So, how do I get started?
Syndication has been around for long enough that there are many mature news readers out there. Wikipedia used to have a good list, but it was deleted by the admins over there after an extensive discussion, because we all know how evil link lists can be and how they’re destorying Wikipedia and the moral fabric of America. However, they did link to this somewhat hard-to-read directory of RSS readers – the list is huge.
There are different types of readers, based on what you need. The traditional reader will install
onto your computer and provides an interface similar to an e-mail client. Popular ones include clients from NewsGator, and of course the built-in functionality offered by Mozilla’s Thunderbird client, and the “Live bookmark” option in Firefox. However, the built-in options in Thunderbird and Firefox are limited, in my opinion.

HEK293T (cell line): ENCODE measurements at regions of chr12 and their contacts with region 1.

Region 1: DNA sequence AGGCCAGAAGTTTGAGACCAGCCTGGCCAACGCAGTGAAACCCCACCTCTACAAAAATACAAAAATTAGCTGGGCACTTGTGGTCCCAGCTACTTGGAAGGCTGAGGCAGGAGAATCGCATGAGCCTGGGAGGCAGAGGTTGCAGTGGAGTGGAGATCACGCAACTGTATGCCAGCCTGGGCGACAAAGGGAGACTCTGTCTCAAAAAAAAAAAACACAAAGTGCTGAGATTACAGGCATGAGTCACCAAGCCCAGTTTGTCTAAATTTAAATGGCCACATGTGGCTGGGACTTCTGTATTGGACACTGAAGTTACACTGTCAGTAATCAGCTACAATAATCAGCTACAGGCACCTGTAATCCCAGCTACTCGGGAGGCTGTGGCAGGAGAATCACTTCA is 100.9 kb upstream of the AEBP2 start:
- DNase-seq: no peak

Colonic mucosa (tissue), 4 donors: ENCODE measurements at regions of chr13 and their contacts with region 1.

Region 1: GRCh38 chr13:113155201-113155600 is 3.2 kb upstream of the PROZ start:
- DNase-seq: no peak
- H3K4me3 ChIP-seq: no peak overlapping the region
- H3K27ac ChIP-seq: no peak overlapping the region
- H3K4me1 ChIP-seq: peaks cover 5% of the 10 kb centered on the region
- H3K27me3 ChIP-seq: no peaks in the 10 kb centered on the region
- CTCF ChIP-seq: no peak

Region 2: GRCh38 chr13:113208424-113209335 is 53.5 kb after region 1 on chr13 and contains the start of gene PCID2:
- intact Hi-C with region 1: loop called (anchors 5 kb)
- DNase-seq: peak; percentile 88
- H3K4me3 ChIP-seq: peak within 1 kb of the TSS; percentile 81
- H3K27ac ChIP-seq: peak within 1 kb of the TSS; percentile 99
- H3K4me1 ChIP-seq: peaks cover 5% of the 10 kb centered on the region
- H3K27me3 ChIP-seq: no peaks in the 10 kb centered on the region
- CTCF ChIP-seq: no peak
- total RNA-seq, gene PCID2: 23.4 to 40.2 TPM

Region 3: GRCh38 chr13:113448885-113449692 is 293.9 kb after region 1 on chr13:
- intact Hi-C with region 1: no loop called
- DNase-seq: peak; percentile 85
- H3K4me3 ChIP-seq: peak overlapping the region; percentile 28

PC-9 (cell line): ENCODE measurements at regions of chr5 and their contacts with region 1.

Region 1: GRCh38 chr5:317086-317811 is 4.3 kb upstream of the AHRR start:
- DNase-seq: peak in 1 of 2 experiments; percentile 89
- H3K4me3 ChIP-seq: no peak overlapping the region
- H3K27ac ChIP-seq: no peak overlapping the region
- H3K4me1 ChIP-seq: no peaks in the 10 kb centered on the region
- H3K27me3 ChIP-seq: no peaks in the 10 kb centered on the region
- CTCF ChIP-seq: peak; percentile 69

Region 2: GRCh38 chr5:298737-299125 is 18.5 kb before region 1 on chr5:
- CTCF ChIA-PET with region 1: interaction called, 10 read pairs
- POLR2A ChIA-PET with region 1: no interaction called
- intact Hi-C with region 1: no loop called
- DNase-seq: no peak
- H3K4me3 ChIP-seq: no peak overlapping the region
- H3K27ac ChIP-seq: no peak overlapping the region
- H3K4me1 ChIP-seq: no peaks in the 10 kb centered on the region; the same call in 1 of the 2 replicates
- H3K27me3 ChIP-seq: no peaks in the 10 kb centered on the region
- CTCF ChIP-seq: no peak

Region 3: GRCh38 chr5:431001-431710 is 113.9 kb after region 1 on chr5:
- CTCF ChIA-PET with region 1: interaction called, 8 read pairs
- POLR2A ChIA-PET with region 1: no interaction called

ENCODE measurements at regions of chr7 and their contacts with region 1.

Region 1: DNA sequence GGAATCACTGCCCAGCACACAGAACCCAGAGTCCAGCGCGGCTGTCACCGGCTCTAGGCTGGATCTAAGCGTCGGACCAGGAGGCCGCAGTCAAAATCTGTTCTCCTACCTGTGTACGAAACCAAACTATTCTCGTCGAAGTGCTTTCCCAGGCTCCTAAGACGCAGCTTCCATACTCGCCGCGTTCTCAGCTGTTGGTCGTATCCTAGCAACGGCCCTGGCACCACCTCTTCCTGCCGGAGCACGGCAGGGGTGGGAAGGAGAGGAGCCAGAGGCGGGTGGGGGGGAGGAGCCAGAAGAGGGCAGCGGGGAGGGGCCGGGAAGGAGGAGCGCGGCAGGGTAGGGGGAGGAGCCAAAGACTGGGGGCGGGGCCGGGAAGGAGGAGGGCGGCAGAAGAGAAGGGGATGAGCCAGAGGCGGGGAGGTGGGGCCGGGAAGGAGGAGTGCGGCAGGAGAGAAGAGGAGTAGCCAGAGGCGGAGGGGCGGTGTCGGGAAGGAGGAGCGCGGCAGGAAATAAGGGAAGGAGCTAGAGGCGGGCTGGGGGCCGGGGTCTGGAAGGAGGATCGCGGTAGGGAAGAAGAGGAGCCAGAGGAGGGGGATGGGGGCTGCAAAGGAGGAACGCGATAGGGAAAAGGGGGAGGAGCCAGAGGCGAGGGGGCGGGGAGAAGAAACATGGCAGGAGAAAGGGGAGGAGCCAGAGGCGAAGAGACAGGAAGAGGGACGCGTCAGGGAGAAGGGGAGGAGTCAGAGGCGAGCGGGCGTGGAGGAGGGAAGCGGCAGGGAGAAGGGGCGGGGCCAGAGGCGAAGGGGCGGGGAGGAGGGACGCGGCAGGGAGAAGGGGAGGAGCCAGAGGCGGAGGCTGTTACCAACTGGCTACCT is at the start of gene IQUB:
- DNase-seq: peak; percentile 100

The other, newer breed are web applications that provide news aggregation. Currently, I’m using Google Reader, and am liking it. While it may not offer all the functionality of a regular software client, I like the fact that I can access it from any computer, and it’s fairly fast. Subscribing to feeds is also very easy; you don’t even need to entire the correct feed URL. If you enter a website URL (such as http://unitstep.net), it will automatically see if there’s any feed URLs linked from the site, and will subscribe to them. The layout is also decent, and I haven’t had any problems with it. Google Reader even provides a feed of its own, so you can subscribe to this feed to view your aggregated feeds!
Other options include “widgets”, either for desktop widget engines such as the Yahoo! Widget Engine, or online widgets for portal sites such as Google’s “I Google”, or Microsoft’s new Live service. These allow you to view your feeds in small boxes of information that are part of a personalized home page. I don’t really use these types of sites all that much, but they can be useful to many so its worth a mention.
Your world, your information
So, in conclusion, get out there, and start feeding! It’s easier to read and absorb useful information when its already been stripped down to what you care about, and syndicated content is allowing that.